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Warning: I’m Photoshopped

The backlash and celebrities who’ve chimed in. What’s next?

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Isn’t it fair to be warned when something is hazardous to our health? Cigarette cartons have huge, cautionary health stickers plastered on them, and even roller coasters have warning signs before you step on to the ride. So why don’t magazines have the same? In a psychological sense, we can be harmed by false renderings of images, whether we try to avoid it or not.

Warning: I’m Photoshopped

Most women are no longer ignorant of the fact that the images displayed in magazines and print ads are digitally manipulated in order to look absolutely flawless (see 25 examples here), yet we still can’t help but admire the perfect skin and eye-catching curves. It’s as if the fiction overrides the facts due to our brain’s wiring.

Warning: I’m PhotoshoppedIf most informed adult women are influenced by these unrealistic images, imagine how much more impressionable young girls, the next generation of magazine readers, are. Teens who are always seeking their peers approval and acceptance have a greater tendency to fixate on the improvement of their physical appearance. And where do they turn to? Magazines, of course. The altered image they see becomes a standard which, realistically speaking, is nearly impossible to attain.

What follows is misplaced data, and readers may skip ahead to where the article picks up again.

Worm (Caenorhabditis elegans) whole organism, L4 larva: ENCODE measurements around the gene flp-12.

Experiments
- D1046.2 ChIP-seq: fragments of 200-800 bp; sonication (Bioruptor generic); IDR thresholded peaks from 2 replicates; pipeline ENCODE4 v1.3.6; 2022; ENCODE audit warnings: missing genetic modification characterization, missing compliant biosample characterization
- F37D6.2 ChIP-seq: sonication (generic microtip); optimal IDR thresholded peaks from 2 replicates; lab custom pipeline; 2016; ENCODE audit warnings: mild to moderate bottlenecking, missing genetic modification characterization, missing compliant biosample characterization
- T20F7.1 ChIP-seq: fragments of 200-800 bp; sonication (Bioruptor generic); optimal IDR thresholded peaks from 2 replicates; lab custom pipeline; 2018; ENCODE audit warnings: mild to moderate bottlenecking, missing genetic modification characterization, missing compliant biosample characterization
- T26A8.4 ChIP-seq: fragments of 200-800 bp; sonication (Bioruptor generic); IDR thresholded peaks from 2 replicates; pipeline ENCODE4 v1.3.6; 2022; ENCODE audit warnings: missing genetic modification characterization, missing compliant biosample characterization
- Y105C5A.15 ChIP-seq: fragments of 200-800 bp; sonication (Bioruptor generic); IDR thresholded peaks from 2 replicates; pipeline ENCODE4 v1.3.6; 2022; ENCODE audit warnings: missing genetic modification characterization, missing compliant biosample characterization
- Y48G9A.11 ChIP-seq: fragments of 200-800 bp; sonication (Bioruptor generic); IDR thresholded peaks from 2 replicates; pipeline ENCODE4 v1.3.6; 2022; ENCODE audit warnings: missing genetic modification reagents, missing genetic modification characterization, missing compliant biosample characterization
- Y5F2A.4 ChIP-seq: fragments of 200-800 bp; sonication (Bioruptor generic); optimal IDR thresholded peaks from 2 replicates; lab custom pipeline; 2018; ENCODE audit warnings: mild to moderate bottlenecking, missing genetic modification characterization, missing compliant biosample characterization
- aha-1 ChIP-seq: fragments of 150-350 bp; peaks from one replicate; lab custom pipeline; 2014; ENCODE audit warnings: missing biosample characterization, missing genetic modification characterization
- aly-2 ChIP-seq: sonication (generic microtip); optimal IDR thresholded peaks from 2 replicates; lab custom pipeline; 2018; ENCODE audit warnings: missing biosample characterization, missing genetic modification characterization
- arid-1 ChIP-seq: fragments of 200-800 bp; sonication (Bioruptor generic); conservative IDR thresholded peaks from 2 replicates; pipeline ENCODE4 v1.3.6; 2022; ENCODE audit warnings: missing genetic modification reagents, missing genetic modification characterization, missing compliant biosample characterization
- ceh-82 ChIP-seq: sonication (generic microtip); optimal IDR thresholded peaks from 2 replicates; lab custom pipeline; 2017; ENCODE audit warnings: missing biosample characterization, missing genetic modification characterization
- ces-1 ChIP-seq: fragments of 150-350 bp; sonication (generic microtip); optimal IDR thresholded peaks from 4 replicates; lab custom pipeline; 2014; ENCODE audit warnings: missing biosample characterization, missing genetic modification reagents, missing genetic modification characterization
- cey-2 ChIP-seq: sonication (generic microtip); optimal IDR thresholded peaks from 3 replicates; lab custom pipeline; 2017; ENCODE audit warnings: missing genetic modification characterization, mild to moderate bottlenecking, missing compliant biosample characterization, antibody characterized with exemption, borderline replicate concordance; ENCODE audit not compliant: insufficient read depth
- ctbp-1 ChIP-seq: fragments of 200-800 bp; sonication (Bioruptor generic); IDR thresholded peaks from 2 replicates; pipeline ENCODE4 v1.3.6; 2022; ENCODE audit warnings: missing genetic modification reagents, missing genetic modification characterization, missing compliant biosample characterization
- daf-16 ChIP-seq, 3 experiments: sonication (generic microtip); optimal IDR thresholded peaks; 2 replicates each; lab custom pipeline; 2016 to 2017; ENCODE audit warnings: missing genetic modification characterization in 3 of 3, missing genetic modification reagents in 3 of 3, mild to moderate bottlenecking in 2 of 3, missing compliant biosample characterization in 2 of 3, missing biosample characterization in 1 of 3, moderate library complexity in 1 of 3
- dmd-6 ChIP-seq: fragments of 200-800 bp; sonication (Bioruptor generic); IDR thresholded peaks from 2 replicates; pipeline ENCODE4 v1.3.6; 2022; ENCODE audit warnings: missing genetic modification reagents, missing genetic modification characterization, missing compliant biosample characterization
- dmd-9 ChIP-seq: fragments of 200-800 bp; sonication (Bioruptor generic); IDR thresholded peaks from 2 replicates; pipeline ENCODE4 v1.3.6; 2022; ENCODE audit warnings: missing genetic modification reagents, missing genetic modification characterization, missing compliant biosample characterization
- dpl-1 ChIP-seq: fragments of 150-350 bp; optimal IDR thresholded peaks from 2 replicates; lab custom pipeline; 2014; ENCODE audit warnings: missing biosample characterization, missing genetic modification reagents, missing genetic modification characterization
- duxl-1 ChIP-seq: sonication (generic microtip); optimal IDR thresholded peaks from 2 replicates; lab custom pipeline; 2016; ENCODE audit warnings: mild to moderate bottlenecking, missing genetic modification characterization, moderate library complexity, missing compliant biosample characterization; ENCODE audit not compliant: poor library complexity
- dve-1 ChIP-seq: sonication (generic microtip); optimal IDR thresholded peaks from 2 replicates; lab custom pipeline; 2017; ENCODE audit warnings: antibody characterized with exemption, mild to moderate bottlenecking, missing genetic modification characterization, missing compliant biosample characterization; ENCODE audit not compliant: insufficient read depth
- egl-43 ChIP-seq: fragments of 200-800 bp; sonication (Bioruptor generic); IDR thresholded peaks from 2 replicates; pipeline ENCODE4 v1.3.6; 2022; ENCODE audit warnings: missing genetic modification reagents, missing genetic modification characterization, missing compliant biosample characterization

I’ve been through that phase myself. Whenever I would see a magazine cover or a glamorous print ad of a model, it speaks to me as if saying “this is what you should look like.” It was only after several years of insecurity that I saw the reality that that I will never attain that perfect poreless skin even if I use an entire bottle of the advertised cream in one go.

And as soon as a I had wrapped my head around the idea that the way celebrities and models look in magazines, ads and on TV is pure fantasy, I realized that it’s not just celebrities that are retouched anymore — it’s my friends on Facebook, too. With photo retouching software being so easy and convenient to use, and smartphone apps offering to smooth skin, brighten eyes and remove blemishes, now everyone is trying to keep up with the crazy, unrealistic beauty standards being pushed on women and girls.

Warning: I’m Photoshopped

In response to the possible negative effects that photo retouching may have on consumers, government sectors and medical associations have taken some first steps towards public awareness. When the American Medical Association (AMA) took a stand against digital manipulation in advertising, pointing to the practice as a contributor to the rising eating disorder and depression diagnoses among teens, reactions were mixed. There were many protesters, such as the businesses that had been enjoying the sales resulting from these tricks.

Warning: I’m Photoshopped

It’s not just celebrities that are retouched — it’s your friends on Facebook, too!

But many others agreed with the AMA, such as Sheila Pree Bright, who’s photo series “Plastic Bodies” examines how beauty ideals affect women. Her striking images combine doll parts with segments of human bodies, and the discord between the two is startling. She told HuffPost in an email: